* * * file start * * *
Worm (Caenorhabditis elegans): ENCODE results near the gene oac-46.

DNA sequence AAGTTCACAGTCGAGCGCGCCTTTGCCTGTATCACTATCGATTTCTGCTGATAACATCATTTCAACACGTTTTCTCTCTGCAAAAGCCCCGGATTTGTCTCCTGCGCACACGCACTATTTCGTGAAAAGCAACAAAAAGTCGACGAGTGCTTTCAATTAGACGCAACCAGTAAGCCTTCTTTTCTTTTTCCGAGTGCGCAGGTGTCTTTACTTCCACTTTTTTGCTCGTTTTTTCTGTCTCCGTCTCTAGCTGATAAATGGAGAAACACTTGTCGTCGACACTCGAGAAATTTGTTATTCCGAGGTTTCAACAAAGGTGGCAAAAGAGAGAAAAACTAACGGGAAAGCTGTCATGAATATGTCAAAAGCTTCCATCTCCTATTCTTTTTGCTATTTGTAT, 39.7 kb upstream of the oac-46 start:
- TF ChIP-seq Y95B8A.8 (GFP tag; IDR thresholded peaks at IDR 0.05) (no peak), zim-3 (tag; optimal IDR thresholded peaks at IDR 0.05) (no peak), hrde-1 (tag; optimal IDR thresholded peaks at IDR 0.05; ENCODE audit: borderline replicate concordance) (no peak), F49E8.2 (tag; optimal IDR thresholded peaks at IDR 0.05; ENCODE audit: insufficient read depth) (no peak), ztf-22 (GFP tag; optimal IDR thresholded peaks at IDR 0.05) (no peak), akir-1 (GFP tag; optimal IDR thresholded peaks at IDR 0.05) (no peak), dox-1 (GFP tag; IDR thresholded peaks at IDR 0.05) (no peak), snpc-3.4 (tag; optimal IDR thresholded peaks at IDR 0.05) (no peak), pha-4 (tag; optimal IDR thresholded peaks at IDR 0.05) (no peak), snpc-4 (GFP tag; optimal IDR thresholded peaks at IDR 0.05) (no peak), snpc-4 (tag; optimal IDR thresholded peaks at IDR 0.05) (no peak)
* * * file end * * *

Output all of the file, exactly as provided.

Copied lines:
Worm (Caenorhabditis elegans): ENCODE results near the gene oac-46.

DNA sequence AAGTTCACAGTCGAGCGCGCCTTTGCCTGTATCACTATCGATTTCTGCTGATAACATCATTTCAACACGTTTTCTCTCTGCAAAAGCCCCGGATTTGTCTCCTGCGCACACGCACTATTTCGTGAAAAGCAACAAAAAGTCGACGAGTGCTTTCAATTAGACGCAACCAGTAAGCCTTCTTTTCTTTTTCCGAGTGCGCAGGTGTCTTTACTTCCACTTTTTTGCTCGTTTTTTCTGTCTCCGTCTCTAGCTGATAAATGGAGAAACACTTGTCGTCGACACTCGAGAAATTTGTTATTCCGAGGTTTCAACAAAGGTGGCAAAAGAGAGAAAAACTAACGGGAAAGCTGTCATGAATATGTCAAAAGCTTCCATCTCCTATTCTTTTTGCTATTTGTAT, 39.7 kb upstream of the oac-46 start:
- TF ChIP-seq Y95B8A.8 (GFP tag; IDR thresholded peaks at IDR 0.05) (no peak), zim-3 (tag; optimal IDR thresholded peaks at IDR 0.05) (no peak), hrde-1 (tag; optimal IDR thresholded peaks at IDR 0.05; ENCODE audit: borderline replicate concordance) (no peak), F49E8.2 (tag; optimal IDR thresholded peaks at IDR 0.05; ENCODE audit: insufficient read depth) (no peak), ztf-22 (GFP tag; optimal IDR thresholded peaks at IDR 0.05) (no peak), akir-1 (GFP tag; optimal IDR thresholded peaks at IDR 0.05) (no peak), dox-1 (GFP tag; IDR thresholded peaks at IDR 0.05) (no peak), snpc-3.4 (tag; optimal IDR thresholded peaks at IDR 0.05) (no peak), pha-4 (tag; optimal IDR thresholded peaks at IDR 0.05) (no peak), snpc-4 (GFP tag; optimal IDR thresholded peaks at IDR 0.05) (no peak), snpc-4 (tag; optimal IDR thresholded peaks at IDR 0.05) (no peak)